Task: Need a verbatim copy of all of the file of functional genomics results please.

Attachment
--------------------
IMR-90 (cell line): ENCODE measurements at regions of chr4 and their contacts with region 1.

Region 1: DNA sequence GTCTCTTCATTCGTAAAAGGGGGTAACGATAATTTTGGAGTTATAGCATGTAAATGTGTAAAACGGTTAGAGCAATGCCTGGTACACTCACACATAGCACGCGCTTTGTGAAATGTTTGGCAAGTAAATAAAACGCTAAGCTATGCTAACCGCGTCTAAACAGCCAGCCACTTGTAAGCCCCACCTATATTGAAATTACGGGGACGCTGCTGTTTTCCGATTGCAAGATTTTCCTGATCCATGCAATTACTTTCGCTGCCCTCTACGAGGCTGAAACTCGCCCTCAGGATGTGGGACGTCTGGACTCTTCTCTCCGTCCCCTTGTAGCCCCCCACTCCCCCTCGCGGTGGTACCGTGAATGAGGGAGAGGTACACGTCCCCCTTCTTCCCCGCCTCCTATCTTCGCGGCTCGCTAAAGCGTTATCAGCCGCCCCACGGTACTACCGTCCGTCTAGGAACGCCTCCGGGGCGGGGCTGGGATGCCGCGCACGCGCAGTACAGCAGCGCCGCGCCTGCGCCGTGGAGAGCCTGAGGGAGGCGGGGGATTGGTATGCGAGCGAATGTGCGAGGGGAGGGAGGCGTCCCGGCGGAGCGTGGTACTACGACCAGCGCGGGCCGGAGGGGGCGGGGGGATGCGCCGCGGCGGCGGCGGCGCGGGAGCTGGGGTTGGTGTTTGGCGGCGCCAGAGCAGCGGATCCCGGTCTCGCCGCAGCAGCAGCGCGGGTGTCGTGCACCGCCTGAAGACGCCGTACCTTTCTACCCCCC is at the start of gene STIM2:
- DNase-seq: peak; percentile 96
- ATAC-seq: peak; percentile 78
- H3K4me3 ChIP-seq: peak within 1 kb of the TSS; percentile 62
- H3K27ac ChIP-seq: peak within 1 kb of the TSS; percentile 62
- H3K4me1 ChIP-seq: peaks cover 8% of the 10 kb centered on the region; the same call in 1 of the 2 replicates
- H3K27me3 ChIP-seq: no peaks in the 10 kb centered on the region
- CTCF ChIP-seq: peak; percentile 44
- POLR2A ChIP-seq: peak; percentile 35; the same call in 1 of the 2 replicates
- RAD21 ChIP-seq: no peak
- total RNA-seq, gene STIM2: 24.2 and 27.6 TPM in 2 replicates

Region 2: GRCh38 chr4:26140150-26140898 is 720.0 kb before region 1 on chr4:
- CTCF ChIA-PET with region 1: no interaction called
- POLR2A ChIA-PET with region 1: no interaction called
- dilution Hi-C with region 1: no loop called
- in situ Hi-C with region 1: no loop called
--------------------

IMR-90 (cell line): ENCODE measurements at regions of chr4 and their contacts with region 1.

Region 1: DNA sequence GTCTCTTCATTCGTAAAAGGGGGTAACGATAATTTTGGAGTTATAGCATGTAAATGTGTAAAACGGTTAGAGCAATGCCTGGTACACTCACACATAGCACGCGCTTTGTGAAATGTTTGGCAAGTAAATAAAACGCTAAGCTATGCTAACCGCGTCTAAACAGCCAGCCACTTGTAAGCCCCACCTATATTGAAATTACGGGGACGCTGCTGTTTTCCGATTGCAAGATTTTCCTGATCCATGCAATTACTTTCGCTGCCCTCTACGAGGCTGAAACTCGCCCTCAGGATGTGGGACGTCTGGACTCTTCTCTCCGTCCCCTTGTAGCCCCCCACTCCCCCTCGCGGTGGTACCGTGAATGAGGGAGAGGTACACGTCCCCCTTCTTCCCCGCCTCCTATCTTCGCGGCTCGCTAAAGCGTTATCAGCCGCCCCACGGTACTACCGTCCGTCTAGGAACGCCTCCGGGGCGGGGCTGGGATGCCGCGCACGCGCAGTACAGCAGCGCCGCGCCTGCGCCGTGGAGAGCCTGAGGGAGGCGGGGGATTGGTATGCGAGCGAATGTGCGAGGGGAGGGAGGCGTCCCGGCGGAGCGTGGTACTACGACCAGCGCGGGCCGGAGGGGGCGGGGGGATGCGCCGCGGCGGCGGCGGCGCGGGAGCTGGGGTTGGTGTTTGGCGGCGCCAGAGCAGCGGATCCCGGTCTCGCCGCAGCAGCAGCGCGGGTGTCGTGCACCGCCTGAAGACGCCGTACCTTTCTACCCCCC is at the start of gene STIM2:
- DNase-seq: peak; percentile 96
- ATAC-seq: peak; percentile 78
- H3K4me3 ChIP-seq: peak within 1 kb of the TSS; percentile 62
- H3K27ac ChIP-seq: peak within 1 kb of the TSS; percentile 62
- H3K4me1 ChIP-seq: peaks cover 8% of the 10 kb centered on the region; the same call in 1 of the 2 replicates
- H3K27me3 ChIP-seq: no peaks in the 10 kb centered on the region
- CTCF ChIP-seq: peak; percentile 44
- POLR2A ChIP-seq: peak; percentile 35; the same call in 1 of the 2 replicates
- RAD21 ChIP-seq: no peak
- total RNA-seq, gene STIM2: 24.2 and 27.6 TPM in 2 replicates

Region 2: GRCh38 chr4:26140150-26140898 is 720.0 kb before region 1 on chr4:
- CTCF ChIA-PET with region 1: no interaction called
- POLR2A ChIA-PET with region 1: no interaction called
- dilution Hi-C with region 1: no loop called
- in situ Hi-C with region 1: no loop called